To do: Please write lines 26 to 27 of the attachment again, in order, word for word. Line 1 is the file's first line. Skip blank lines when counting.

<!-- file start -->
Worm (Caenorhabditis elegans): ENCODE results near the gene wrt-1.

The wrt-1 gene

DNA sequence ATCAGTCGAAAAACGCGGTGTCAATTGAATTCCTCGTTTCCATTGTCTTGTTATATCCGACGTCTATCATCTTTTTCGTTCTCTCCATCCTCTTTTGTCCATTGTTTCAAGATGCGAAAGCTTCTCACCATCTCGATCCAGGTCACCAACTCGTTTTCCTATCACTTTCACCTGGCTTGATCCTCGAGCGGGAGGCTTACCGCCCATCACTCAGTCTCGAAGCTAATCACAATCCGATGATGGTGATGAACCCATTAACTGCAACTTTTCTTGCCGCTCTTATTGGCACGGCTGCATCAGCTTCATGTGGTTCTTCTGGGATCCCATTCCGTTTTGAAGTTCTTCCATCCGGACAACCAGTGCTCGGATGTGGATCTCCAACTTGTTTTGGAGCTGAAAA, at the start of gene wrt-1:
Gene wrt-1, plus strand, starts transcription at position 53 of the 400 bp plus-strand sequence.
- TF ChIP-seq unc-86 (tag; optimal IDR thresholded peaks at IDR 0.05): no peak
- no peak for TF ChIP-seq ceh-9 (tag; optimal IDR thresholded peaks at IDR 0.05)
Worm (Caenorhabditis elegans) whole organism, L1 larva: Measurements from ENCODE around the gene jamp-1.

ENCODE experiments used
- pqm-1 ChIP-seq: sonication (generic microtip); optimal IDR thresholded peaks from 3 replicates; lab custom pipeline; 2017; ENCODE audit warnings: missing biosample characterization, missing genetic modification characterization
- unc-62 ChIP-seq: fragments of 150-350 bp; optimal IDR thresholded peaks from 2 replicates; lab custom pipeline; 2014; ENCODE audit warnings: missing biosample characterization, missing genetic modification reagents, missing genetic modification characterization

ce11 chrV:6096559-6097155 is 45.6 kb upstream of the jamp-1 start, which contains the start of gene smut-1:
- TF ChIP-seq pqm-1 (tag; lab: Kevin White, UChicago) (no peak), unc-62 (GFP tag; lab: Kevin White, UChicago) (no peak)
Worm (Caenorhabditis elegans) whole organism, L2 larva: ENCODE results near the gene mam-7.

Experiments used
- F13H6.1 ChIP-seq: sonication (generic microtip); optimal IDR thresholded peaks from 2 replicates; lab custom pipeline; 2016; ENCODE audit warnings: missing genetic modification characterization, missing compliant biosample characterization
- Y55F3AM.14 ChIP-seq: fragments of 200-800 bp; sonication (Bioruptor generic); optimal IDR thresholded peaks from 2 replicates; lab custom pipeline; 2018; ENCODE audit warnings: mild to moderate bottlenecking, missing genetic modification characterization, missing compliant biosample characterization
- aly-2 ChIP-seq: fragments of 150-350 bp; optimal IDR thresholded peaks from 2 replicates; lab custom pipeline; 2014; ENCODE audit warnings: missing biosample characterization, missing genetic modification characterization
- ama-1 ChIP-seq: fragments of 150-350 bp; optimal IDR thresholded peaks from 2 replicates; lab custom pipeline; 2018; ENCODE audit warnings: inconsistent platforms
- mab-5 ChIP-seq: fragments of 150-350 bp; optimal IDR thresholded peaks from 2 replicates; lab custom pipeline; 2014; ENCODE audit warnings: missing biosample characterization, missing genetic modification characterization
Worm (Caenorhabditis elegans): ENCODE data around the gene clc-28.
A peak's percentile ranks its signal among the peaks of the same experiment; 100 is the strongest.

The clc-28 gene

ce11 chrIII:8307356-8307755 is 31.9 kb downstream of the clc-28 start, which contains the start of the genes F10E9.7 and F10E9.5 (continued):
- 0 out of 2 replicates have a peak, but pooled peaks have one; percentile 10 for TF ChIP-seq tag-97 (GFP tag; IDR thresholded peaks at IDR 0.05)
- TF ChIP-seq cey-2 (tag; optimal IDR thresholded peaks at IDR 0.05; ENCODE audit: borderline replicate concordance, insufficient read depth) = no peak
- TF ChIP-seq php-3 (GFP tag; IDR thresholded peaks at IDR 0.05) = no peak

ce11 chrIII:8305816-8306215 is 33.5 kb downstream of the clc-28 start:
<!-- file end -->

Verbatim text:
- TF ChIP-seq php-3 (GFP tag; IDR thresholded peaks at IDR 0.05) = no peak

ce11 chrIII:8305816-8306215 is 33.5 kb downstream of the clc-28 start: